Tomorrow marks the conclusion of Autism Awareness Month. I hope at some point this month, you were reached by the awareness campaign of the Autism Society, the nation’s leading advocacy organization for Autism, and learned more about this pervasive developmental disability.
Autism affects more individuals in the state of New Jersey than any other state in the union – 1 in 34 as opposed to 1 in 59, based on the findings the Centers for Disease Control released on April 26th. The Autism Society has responded to this by calling for “greater focus on reducing wait lists for services, transition planning, improving job readiness resources, and increasing home and community-based supports and services.”
For most of us, we do not need an awareness campaign to be touched by Autism -- especially for us here in New Jersey. We either have a relative, friend, or neighbor impacted by the disability. We have come a long way in terms of identifying autism at an earlier age and putting the appropriate supports in place. However, we can do more. As individuals “age out” of available services, families are left without the assistance they need to insure an Autistic adult can lead an independent, productive and happy life.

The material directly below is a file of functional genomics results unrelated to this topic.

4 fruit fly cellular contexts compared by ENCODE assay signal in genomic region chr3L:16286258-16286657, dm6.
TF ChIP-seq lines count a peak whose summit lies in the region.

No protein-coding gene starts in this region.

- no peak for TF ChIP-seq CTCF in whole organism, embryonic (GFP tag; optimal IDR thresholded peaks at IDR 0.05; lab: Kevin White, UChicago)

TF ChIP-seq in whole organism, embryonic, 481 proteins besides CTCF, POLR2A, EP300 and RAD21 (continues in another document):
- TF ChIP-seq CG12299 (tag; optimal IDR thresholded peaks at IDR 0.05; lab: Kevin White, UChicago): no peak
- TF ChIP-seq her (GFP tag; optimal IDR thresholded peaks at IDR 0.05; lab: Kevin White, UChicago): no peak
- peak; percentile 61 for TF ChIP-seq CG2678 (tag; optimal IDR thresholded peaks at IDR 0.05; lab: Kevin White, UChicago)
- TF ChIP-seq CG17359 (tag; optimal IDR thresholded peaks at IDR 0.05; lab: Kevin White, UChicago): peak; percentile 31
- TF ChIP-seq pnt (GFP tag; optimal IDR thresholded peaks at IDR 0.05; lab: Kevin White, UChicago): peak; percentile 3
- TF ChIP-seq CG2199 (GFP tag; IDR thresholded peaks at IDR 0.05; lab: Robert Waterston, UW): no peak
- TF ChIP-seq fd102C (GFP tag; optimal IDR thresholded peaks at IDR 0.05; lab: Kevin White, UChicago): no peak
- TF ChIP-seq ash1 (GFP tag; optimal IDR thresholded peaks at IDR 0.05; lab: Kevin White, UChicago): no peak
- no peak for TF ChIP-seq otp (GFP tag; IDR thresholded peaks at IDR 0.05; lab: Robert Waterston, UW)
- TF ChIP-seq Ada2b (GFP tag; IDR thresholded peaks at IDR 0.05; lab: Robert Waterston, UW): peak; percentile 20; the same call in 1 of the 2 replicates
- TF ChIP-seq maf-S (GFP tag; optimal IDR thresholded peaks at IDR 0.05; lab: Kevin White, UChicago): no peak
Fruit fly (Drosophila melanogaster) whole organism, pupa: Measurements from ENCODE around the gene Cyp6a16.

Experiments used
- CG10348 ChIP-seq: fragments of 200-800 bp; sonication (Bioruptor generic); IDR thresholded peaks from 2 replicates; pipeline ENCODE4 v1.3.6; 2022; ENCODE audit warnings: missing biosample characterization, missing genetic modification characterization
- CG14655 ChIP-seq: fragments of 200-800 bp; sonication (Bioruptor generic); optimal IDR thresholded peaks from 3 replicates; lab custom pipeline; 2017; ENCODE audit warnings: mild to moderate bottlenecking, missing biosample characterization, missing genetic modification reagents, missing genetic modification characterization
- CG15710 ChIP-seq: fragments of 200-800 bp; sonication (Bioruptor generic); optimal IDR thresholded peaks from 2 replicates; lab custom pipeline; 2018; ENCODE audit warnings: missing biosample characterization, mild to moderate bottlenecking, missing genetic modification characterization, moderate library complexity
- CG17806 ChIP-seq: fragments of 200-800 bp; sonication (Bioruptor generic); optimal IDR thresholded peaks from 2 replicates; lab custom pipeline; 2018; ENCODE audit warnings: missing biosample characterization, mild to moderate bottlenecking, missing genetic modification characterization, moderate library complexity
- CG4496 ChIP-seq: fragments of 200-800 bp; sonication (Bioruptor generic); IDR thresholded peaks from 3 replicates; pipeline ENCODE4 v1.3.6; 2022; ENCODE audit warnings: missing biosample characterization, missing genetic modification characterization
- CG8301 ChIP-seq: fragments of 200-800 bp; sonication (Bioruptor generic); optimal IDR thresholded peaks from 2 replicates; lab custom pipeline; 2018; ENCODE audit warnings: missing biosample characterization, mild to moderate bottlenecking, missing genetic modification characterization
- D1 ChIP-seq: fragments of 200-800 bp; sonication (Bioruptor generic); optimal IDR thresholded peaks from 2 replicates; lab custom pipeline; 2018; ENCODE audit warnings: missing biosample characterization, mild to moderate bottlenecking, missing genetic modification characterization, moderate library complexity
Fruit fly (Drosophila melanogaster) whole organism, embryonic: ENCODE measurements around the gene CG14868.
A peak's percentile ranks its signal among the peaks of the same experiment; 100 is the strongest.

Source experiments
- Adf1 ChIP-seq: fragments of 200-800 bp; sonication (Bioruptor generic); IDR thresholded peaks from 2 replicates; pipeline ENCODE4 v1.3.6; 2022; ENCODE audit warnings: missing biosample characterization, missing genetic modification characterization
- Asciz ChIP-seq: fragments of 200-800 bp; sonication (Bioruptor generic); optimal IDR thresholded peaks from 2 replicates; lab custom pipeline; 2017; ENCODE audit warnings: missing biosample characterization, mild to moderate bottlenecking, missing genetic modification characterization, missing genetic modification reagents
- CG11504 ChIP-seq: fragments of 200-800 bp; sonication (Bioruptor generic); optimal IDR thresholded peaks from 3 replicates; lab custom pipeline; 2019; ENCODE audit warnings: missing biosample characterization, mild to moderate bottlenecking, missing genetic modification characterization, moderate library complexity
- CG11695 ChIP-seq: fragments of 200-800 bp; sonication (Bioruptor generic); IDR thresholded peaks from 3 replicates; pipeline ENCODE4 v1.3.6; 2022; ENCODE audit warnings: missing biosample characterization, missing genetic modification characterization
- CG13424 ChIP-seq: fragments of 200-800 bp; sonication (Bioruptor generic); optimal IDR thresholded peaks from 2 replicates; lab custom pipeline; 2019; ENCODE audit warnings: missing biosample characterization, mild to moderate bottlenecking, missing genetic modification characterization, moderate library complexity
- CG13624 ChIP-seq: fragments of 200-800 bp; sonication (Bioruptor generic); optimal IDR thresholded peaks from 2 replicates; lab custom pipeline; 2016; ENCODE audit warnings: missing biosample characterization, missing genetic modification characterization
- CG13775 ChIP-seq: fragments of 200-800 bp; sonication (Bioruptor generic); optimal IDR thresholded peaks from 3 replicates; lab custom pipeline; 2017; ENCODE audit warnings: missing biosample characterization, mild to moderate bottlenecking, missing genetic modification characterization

I speak of this with first-hand experience as my brother -- a smart, sensitive and acutely attentive young man, struggles to find suitable employment and housing in a world that only seems to become noisier, more complex, unpredictable, and presents fewer vocational opportunities. Anyone close to an individual with autism knows it is imperative to manage these environmental factors for successful living.
Morris County enjoys a reputation as a premier place to live, work and play. Shouldn’t the same be true for Autistic adults and their families? Thanks to the DAWN Center for Independent Living, a resource fair was held for at Morris County’s Central Park this week, an important step in demystifying the placement process. Availability and access is what falls short, however. Lengthy waiting and evaluation periods are putting disabled adults at risk every day. Living options need to be nearby to enable families to be a partner in the delivery of care to their loved ones. And for those who think this is too “touch, feely,” or “not my problem,” think of the positive economic impact this will have through the creation of jobs and keeping families residing in Morris County.
I look forward to working closely with the community and the extensive network of dedicated organizations to find solutions to this dire need.
Aura Dunn of Mendham Borough is a Republican candidate for Morris County Freeholder in the June 5th primary. Dunn currently serves as District Director for NJ’s eleventh Congressional District and former Associate Vice President of Government Affairs for the Sesame Workshop.
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